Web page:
Disney (DIS) stock is doing something it hasn’t done in quite some time: It’s plunging.
After a vicious downgrade from Wall Street research firm Bernstein yesterday, DIS stock fell off a cliff, losing about 5% — but is the selloff overheated?
It all depends on how you feel about a few factors: momentum vs. fundamentals, the state of the cable industry, and what quality content is worth nowadays. Let’s take a quick look at each of these points as they relate to Disney’s stock.
Momentum vs. Fundamentals
Different investors have different styles and, broadly speaking, there are two camps: growth and value. Growth investors tend to focus more on the company’s future potential to expand rapidly, and are generally more likely to pay attention to technical analysis, or the aesthetics of the chart.
Value investors are more interested in the company’s cold, hard, numbers, and on that note DIS stock doesn’t look too bad: Shares trade at just 18 times forward earnings, precisely in line with the valuation of the S&P 500.
From that perspective, Wall Street’s telling us it thinks DIS is just an average, ho-hum member of the index. I happen to believe that’s not true, and that shares deserve to trade at a premium to the broader index, but I’ll get to that point a little later. First, let’s examine the (admittedly compelling) argument about why Disney stock doesn’t deserve to trade at a premium.
Cable Industry in Disarray
There’s no denying the cable TV industry is falling apart, and that’s bad news for Disney. With streaming services Netflix (NFLX), Amazon Prime Video (AMZN), and Hulu encouraging consumers to “cut the cord,” traditional cable subscriptions are going down, and bundles with Disney channels are falling as well.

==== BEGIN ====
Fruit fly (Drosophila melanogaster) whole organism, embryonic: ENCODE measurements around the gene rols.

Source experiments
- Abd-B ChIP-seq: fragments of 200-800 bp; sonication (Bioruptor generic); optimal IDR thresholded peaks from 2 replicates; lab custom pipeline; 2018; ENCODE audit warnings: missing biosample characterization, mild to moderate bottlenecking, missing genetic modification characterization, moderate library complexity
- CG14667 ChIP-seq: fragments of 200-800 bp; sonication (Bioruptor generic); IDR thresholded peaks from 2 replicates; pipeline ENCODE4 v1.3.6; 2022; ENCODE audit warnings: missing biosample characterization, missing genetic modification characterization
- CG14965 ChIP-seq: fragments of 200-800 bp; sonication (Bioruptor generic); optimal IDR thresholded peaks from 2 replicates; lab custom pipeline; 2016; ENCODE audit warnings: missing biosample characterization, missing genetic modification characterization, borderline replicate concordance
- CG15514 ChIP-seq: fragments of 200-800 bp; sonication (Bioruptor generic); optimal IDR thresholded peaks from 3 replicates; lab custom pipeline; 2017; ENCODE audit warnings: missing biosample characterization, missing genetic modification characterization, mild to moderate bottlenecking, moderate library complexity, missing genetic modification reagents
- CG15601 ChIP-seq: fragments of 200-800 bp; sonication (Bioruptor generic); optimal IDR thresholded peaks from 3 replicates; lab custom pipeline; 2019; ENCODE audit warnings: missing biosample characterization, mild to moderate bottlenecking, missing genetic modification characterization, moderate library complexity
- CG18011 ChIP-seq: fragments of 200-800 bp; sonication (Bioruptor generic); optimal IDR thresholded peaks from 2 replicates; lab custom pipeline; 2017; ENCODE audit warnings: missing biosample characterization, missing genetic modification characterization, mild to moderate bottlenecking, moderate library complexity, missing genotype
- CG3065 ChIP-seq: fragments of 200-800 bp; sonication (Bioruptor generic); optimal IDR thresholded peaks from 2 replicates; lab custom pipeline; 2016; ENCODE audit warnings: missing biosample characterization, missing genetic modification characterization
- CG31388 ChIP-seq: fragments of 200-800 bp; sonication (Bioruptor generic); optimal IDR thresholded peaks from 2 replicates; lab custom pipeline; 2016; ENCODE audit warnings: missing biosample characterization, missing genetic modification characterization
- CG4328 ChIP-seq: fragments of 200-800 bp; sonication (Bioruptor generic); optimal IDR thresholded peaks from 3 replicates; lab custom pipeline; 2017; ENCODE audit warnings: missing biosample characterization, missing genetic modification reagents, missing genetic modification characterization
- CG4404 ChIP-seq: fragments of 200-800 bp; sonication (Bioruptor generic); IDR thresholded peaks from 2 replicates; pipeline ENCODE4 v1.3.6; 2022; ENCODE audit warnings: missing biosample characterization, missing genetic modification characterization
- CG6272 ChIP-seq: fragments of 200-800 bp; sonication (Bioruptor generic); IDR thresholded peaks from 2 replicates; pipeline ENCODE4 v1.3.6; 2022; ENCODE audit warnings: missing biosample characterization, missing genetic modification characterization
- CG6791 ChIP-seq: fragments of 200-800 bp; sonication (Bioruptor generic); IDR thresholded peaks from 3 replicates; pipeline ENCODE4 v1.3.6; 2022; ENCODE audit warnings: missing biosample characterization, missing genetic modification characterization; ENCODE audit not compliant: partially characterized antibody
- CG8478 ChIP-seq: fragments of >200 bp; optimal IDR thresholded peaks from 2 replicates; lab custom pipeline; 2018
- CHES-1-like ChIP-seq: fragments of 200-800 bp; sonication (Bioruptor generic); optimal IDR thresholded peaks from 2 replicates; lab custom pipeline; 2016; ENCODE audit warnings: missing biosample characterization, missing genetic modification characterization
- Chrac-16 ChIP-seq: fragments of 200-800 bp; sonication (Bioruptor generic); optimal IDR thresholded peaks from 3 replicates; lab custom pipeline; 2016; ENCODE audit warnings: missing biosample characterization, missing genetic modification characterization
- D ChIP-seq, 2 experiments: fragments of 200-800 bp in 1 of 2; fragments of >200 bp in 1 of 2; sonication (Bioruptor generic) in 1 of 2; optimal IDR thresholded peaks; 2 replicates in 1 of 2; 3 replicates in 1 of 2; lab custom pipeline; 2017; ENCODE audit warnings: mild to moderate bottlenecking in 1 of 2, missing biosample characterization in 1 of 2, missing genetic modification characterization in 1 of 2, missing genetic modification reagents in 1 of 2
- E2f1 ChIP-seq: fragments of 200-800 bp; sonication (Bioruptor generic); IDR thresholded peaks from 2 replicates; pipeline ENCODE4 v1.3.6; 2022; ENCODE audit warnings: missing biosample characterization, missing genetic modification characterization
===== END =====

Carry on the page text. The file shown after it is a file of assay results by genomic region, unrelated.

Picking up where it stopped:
ESPN is Disney’s most prominent cable asset, and considering that cable makes up 46% of Disney’s operating income, CEO Bob Iger’s comment that the company was experiencing “some subscriber loss” during last quarter’s earnings call spooked investors.
In an environment like that, Bernstein’s Todd Juenger downgraded both DIS stock and TWX stock on Thursday, saying that TV advertising “is undeniably in secular decline.”
Now, for the reason DIS stock still deserves a premium valuation: Simply put, The House of Mouse has some super high-quality content. Aside from ESPN and its own Disney channels, the company is also in the film business.
With Marvel, Pixar, and Lucasfilm — all brilliant Bob Iger acquisitions, by the way — accompanying its own movies, Disney has more priceless intellectual property than it knows what to do with. The Avengers, Star Wars, Toy Story, and Frozen are all Disney IP that it can leverage through sequels, theme park attractions, merchandising, and licensing.
DIS stock is, admittedly, a falling knife right now, and if you try to catch it on the way down you’re likely to get cut. But, if shares retreat to the mid- or low-90s, it’ll be tough not to fall in love with Disney, despite its flaws.
I’d wait before making a move on this one, but if it goes much lower, Disney could end up being one of the best value stocks in the market.
As of this writing, John Divine was long Sep 2015 NFLX $110 put options. You can follow him on Twitter at @divinebizkid or email him at email@example.com.